• ultrasound is useful only as a screening tool as not very specific
  • definitive diagnosis by sampling is mandatory and provides the optimal means for tailoring antibiotic therapy.
  • disadvantages are that sampling is invasive and that samples are susceptible to contamination with normal nasal flora if rigorous technique is not used
  • Thus
  • If clinical findings suggest sinusitis CT should be performed
  • If findings are consistent then should do a puncture. Gram stain the puncture and culture for aerobic and anaerobic organisms as well as fungi to determine the causative pathogens

GI tract

- the only common enteric cause of fever in the ICU is Clostridium difficile which should be suspected in any patient with fever and diarrhoea who has received antibiotics or chemotherapy within 3 weeks of the onset of the diarrhoea

Evaluation for other pathogens:

- those with risk factors ie

  • HIV (salmonella, microsporidium, CMV, or perhaps MAIS.)
  • Recent travel (E.coli, ova, parasites and cyclospora, E. histolytica, and S. stercoralis)

Suggested workup and treatment:

  • Day 1: send one stool sample for C. difficile
  • If the first sample is negative, send an additional sample
  • If severe disease is present and rapid tests for C. difficile are negative or can’t be performed, then consider performing flexible sigmoidoscopy
  • If severe illness is present, consider empirical therapy, with metronidazole, while awaiting results of tests. Empirical therapy is generally not recommended if two samples are negative when a reliable assay has been used.

Stool cultures for other enteric pathogens are rarely indicated and should be done only if appropriate.

Postoperative fever

- fever is common is the first 48 hours postoperatively

- mostly non-infectious in origin

- after 96 hours likely to represent infection

Causes include

  • Atelectasis
  • UTI common due to the use of catheters
  • Haematoma
  • Wound infection: can develop 1-3 days after surgery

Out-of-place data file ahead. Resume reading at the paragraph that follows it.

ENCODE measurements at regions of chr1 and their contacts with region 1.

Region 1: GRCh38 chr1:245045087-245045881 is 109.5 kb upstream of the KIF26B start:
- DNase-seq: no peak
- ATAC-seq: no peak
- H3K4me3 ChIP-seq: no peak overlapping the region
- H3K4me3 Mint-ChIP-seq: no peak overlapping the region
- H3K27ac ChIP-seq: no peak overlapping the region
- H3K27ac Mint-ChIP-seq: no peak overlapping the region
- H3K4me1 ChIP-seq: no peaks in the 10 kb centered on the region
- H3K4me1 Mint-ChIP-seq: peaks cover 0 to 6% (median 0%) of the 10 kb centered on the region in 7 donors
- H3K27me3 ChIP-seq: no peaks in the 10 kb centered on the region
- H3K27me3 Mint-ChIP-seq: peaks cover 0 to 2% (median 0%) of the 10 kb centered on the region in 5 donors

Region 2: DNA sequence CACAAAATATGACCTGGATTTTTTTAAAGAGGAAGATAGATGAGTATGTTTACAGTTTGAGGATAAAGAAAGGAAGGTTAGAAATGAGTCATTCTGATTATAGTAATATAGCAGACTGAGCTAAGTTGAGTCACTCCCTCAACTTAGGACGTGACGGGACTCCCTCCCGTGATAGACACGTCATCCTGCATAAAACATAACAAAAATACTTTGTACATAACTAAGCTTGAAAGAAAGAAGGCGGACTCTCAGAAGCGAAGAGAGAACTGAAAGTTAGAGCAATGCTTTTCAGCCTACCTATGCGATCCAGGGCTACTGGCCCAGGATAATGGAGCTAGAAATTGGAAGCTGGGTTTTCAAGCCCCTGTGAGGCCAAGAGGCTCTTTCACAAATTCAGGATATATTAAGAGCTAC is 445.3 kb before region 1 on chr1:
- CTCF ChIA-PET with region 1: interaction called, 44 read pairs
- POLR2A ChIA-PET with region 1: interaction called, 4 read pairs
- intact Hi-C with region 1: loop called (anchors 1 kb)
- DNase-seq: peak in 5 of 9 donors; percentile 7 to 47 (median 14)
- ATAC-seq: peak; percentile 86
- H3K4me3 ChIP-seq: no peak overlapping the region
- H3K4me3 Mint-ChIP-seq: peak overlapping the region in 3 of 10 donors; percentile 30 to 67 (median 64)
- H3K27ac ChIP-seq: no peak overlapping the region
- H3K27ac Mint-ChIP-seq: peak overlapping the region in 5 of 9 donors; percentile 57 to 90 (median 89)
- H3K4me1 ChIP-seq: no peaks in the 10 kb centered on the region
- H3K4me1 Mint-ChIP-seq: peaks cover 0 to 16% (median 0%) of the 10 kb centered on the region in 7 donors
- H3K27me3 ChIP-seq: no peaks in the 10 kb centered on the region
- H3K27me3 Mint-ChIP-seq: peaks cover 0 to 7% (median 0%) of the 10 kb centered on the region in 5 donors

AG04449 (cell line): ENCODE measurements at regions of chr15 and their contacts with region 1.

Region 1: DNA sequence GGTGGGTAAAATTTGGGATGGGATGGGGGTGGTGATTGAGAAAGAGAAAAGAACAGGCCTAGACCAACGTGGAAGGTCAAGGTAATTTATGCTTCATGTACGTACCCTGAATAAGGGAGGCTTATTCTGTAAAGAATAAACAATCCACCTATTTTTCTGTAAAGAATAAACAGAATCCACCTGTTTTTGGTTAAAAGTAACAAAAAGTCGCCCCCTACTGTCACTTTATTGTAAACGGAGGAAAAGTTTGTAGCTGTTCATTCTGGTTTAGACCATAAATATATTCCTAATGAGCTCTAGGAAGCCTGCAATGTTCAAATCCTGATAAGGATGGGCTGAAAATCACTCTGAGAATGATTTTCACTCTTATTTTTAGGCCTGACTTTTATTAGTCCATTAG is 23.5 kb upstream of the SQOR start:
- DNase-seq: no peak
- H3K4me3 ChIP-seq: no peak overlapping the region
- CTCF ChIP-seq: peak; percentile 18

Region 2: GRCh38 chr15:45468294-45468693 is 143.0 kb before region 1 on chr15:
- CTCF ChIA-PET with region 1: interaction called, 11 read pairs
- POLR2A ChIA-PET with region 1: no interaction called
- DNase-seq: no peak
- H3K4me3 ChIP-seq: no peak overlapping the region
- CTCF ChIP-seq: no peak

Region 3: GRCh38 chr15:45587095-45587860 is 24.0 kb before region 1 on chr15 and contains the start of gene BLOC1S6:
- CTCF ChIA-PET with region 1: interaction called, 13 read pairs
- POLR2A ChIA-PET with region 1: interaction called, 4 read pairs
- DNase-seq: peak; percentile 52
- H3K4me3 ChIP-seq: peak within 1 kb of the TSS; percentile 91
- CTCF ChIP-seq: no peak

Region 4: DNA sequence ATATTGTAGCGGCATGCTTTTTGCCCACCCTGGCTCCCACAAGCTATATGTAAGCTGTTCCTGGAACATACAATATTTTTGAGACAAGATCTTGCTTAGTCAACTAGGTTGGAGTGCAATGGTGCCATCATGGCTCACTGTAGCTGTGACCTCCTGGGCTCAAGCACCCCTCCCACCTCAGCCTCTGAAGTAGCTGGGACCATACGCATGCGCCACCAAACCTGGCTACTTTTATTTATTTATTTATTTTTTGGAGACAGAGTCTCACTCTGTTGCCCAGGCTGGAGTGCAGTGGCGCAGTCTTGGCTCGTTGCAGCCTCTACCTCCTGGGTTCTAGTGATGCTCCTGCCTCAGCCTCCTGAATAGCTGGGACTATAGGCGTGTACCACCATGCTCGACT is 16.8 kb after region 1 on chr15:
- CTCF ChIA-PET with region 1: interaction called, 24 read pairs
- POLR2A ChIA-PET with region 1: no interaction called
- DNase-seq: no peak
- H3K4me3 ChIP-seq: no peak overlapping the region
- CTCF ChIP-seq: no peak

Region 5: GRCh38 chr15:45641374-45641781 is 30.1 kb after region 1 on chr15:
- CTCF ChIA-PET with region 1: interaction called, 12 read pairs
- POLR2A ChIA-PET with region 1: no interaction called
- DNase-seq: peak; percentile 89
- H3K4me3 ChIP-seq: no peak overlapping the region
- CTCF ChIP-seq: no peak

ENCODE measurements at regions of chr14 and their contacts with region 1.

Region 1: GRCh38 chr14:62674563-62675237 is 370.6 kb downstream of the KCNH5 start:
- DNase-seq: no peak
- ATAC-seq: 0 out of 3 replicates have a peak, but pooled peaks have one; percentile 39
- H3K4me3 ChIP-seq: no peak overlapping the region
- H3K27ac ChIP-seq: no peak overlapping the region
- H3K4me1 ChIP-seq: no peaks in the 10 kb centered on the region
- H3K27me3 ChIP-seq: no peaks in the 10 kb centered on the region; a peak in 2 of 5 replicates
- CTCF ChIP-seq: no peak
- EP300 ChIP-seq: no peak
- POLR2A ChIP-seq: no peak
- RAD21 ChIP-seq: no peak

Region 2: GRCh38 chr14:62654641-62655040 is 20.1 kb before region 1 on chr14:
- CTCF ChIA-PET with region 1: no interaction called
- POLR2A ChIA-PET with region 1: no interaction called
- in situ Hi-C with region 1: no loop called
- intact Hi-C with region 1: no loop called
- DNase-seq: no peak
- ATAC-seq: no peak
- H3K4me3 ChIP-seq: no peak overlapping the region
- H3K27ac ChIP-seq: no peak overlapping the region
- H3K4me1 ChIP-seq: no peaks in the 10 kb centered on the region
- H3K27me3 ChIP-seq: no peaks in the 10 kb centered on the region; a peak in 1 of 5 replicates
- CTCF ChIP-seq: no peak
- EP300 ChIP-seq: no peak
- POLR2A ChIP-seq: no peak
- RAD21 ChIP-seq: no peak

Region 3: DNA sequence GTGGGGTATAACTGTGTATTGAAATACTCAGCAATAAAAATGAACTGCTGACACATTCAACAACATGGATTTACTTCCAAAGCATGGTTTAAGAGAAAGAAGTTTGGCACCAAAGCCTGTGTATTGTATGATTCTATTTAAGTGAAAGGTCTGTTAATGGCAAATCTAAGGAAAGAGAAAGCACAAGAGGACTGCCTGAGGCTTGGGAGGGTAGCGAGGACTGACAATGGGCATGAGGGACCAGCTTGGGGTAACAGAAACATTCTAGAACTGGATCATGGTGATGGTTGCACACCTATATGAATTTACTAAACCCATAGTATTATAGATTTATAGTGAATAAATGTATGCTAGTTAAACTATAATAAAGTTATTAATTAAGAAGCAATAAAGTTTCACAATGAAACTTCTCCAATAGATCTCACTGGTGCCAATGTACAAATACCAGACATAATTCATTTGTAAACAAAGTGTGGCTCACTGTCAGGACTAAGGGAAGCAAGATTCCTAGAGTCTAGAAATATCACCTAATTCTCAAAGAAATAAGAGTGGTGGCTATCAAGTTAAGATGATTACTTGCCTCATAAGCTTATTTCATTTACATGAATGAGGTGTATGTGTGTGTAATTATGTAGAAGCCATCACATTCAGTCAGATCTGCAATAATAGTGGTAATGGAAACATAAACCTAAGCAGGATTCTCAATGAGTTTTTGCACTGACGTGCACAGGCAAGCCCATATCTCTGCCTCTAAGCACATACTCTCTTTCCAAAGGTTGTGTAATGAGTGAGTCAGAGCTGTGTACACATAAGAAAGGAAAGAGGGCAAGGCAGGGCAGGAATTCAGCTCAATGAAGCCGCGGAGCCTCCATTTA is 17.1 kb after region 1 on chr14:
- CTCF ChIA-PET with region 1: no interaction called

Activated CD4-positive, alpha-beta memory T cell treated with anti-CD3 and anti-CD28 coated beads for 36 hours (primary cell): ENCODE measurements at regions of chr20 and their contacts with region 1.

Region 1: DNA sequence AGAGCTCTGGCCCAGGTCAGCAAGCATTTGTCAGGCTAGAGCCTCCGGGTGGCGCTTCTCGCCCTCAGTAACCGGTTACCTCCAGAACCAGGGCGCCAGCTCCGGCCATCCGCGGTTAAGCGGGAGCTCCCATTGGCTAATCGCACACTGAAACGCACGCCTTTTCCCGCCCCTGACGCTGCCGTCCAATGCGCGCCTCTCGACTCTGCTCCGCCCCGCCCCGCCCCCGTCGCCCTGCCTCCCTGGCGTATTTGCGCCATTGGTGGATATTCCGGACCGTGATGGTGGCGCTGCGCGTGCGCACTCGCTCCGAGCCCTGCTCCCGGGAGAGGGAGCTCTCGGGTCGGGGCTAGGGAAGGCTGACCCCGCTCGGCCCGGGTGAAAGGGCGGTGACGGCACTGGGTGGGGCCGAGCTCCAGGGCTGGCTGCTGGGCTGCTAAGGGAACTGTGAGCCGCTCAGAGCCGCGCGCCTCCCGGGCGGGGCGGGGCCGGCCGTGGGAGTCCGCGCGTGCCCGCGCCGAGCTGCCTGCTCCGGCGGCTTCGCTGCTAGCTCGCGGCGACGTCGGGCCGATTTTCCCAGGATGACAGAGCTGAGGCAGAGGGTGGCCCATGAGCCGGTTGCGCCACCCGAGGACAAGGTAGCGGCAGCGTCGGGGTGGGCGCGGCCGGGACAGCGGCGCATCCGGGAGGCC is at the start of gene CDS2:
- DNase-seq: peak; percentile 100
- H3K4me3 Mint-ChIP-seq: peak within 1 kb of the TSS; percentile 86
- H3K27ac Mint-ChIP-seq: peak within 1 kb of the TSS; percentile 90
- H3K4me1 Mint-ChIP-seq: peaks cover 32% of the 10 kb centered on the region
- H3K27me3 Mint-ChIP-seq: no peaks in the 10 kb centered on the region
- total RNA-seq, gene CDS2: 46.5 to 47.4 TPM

• DVT
  • Suppurative phlebitis
  • PE
  • Catheter related infection
  • Pneumonia


  • Aggressive chest physiotherapy
  • Urine should be cultured if febrile for >72 hours
  • Surgical wounds should be examined daily-culture only if looks infected or suspect
  • Maintain a high level of suspicion for DVT, etc

Non-infectious causes of fever in the ICU

  • drugs and drug withdrawal
  • malignant hyperpyrexia, neuroleptic malignant syndrome
  • blood products
  • rapid killing of organisms eg Jarisch-Herxheimer reaction
  • tumour lysis syndrome
  • -cytokine related fever has occurred in association with infusion of IL-2, granulocyte-macrophage colony stimulating factor, and on occasion, G-CSF during the treatment of certain malignancy.
  • thrombophlebitis
  • deep vein thrombosis, pulmonary infarction
  • myocardial infarction
  • chronic/acute pancreatitis
  • endocrine causes
  • SAH
  • gout
  • fat emboli
  • organ transplant rejection

Further reading

O'Grady, N.P., Barie, P.S., Bartlett, J.G., Bleck, T., Garvey, G., Jacobi, J., Linden, P., Maki, D.G., Nam, M., Pasculle, W., Pasquale, M.D., Tribett, D.L., and Masur, H. Practice guidelines for evaluating new fever in critically ill adult patients. Clinical Infectious Diseases 26:1042-1059, 1998

© Charles Gomersall and Ross Calcroft November 1999

©Charles Gomersall, April, 2014 unless otherwise stated. The author, editor and The Chinese University of Hong Kong take no responsibility for any adverse event resulting from the use of this webpage.